A boy's basketball team playing on an indoor court

How to Tell If a Meniscus Tear Needs Surgery

A boy's basketball team playing on an indoor court

Although a torn meniscus is commonly caused by athletic activities, it’s possible to tear it through falls, stretching, or other everyday movements. When a meniscus is particularly damaged, it can require surgery to fully heal. Here’s how to determine if a meniscus tear needs surgical attention.

Tearing a Meniscus

The menisci are two C-shaped discs of cartilage that are found in the legs. Connecting the thigh bone to the shinbone, the menisci act as shock absorbers for bones, keeping the knees stable. Although meniscus tears are commonly seen in sports medicine, the meniscus can be torn through a variety of activities, ranging from playing football to twisting during a fall. This often results in swelling around the knee, a stiff feeling in the leg, pain when twisting the knee, or an inability to fully straighten the leg.

Treating a Torn Meniscus

One of the largest determining factors of how to treat a meniscus tear is the size of the tear. Smaller tears can be treated with rest and ice to reduce the swelling. Physical therapy can also help to strengthen the surrounding muscles and return stability to the area. However, those with larger tears may require surgery.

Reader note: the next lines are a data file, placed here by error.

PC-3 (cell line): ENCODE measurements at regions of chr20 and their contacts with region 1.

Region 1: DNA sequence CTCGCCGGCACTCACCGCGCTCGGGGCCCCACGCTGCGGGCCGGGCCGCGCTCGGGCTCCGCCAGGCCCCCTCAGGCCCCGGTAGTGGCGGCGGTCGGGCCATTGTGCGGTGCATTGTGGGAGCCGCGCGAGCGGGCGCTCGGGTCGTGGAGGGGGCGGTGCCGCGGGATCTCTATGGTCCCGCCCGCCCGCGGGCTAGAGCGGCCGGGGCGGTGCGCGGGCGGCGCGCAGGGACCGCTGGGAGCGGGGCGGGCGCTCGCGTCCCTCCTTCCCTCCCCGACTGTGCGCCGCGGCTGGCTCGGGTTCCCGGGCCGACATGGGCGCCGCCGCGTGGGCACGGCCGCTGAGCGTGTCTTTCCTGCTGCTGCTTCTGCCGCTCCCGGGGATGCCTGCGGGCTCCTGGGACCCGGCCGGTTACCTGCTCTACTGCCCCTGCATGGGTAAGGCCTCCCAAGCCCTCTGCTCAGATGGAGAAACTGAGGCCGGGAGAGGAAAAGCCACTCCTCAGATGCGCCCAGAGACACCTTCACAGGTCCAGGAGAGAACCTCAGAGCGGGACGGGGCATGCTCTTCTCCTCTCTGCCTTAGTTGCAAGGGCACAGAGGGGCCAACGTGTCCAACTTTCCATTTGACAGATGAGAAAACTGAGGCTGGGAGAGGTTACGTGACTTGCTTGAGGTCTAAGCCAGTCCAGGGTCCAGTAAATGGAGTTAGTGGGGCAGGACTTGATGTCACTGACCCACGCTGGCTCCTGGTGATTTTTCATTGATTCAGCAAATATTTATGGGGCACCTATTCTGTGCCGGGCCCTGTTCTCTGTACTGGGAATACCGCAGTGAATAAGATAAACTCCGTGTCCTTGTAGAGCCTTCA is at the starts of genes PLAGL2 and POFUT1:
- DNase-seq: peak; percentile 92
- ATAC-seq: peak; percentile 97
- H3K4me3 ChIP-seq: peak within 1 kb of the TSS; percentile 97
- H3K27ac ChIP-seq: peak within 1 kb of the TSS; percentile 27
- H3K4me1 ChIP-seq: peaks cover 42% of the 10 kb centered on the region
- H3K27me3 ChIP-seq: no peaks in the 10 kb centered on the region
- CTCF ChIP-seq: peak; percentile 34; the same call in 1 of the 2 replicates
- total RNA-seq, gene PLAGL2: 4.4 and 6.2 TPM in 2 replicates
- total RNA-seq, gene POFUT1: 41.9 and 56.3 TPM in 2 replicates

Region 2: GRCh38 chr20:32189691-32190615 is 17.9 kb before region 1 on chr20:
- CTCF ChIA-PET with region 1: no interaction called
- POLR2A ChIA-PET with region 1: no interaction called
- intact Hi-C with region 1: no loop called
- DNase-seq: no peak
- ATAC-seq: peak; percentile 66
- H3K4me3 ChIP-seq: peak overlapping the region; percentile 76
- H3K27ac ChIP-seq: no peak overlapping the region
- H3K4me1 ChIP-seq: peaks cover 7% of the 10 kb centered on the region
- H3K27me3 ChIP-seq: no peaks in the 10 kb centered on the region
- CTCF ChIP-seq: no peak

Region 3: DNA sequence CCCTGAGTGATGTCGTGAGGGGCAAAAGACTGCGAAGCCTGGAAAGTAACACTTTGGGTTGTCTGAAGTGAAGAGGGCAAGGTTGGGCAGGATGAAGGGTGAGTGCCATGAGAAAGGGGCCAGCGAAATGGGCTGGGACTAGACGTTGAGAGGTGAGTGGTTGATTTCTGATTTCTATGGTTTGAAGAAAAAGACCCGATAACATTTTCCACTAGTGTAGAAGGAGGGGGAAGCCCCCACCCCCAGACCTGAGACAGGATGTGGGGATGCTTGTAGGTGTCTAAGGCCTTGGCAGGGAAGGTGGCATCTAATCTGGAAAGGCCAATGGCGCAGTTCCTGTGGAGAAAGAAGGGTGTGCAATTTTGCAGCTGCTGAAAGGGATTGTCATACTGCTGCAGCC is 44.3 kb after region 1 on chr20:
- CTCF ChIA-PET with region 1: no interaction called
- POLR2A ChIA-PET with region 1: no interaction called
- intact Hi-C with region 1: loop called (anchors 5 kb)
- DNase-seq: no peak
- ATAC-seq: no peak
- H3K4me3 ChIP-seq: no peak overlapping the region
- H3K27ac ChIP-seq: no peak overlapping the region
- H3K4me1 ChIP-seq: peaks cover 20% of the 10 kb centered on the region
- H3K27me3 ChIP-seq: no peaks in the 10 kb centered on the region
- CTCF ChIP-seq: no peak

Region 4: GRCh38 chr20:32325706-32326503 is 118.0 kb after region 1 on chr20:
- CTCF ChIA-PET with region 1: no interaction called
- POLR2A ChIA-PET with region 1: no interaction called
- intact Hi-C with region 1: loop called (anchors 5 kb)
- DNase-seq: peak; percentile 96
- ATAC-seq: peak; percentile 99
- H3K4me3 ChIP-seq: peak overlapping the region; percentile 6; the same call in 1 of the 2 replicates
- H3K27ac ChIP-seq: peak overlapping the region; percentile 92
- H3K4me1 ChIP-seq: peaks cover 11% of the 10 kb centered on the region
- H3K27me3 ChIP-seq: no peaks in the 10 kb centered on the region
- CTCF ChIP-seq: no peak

Determining Surgical Needs

Those in severe pain and for whom basic treatments don’t work may be candidates for meniscus surgery. The best way to ensure that this is the right course to take is by receiving an MRI. A physician may also look at the tear with an arthroscope, a thin tool with a camera and a light at the end. This procedure helps the physician determine whether the tear is Grade 1 or 2 (considered mild) or Grade 3, which is more likely to require surgery.

Undergoing Meniscus Surgery

There are several surgical options that an orthopedic surgeon may utilize to repair a torn meniscus. During arthroscopic repair, the doctor will make small incisions in the knee, then place dart-like devices on the tear that will stitch it up. In arthroscopic partial meniscectomy, the doctor will remove pieces of the torn meniscus to restore knee functionality. Or, in arthroscopic total meniscectomy, the doctor will remove the meniscus entirely.

Surgical options for meniscus repair are considered low risk, and they very rarely result in complications. If you believe you may be a candidate for knee surgery due to a torn meniscus or any other complication, call K. Mathew Warnock, MD at 281-807-4380 to schedule your consultation today.

Leave a Reply